“The people of Shelby County deserve efficient and effective vaccinations,” Piercey said. “It is our largest population center. It’s also one of our color centers for disadvantaged populations and minorities, but people deserve good access to vaccines. “
According to Jen Psaki, White House press secretary, states will receive approximately 14.5 million doses of vaccine this week, up nearly a 70% increase in distribution over the past month. Psaki also said governors have been told that the number of doses being sent direct to pharmacies will increase by about 100,000 this week. Before last week’s winter storm delayed vaccine doses in many states, the number of shots had increased steadily. At least in some states like Texas The vaccinations had resumed until the weekend. But others were hoping to get back on track this week.
The rollout could be even faster as the U.S. Food and Drug Administration is considering emergency approval for Johnson & Johnson’s single-dose vaccine. Richard Nettles, the company’s vice president of medical affairs, said Tuesday that J&J hopes to deliver 100 million doses of vaccine by the end of June.
The Biden administration targets community health centers that serve approximately 30 million patients nationwide as vaccine distribution centers. Two-thirds of these patients are at or below the poverty line, half are racial or ethnic minorities, and most are uninsured or on Medicaid.
Dr. Marcella Nunez-Smith, Chair of the COVID-19 Health Equity Task Force, announced earlier this month that the administration will begin shipping cans to 250 centers, at least one in each state or territory.
At the Southeast Mississippi Rural Health Initiative, Janice Robinson, chief operating officer, said more than 3,000 patients are on waiting lists for a shot at the network’s 17 community health centers.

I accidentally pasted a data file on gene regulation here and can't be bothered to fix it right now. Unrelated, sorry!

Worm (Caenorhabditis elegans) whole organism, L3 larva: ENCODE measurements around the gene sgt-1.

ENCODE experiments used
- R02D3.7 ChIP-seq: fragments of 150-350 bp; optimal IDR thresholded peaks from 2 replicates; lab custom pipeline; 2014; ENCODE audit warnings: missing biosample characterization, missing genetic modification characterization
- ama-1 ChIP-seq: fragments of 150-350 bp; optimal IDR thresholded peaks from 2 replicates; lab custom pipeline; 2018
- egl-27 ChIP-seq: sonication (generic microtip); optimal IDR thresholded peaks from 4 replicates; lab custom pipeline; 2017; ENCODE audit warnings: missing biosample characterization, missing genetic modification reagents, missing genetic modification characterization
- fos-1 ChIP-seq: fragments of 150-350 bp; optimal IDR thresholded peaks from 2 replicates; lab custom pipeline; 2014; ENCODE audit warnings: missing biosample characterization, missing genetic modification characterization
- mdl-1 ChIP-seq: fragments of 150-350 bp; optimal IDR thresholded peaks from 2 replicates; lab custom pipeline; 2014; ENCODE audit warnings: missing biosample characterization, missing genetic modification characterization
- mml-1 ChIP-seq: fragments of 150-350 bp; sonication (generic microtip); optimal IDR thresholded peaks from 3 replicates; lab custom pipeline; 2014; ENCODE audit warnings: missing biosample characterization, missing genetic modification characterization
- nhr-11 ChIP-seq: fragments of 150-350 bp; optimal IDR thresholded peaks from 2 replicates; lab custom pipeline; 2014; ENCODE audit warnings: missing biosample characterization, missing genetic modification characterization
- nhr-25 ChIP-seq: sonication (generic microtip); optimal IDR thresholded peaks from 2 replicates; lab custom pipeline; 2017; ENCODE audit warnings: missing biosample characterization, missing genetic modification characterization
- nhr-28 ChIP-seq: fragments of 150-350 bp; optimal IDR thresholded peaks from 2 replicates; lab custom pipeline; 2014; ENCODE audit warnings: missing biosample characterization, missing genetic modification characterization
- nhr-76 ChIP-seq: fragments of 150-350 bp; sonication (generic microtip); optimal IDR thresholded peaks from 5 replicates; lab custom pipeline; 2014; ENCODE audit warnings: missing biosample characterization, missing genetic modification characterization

“We don’t have enough,” said Robinson. “This will definitely make a change.”
– Nada Hassanein
A woman who died after a double lung transplant at the University of Michigan Medical School appears to be the first known person to develop COVID-19 from donor lungs. This emerges from a case report published in the American Journal of Transplantation.
The case is rare and represents “the worst possible scenario” to play out in a pandemic that killed half a million Americans, said Bruce Nicely, chief clinical officer of Gift of Life Michigan, the state-mandated organ and tissue restoration program of the state.
“To the best of my knowledge, this is the first and actually only documented transmission of COVID-19 to a recipient” from donated organs, Nicely said, noting that Gift of Life Michigan was not involved in this donation. The transplant was done in late October and the donor was from another state.
– Kristen Jordan Shamus, Detroit Free Press
President Joe Biden, who has asked all Americans to wear masks for the first 100 days of his term in office to limit the spread of the coronavirus, said Tuesday that his administration intends to send millions of face covers to people across the country soon.
Biden confirmed the plan during a virtual roundtable with four key black workers, saying, “We’ll likely be shipping a lot of masks across the country in a very short time, millions of them.”
He did not give any details about the timing or the type of mask considered.
Featuring: Mike Stucka, USA TODAY; The Associated Press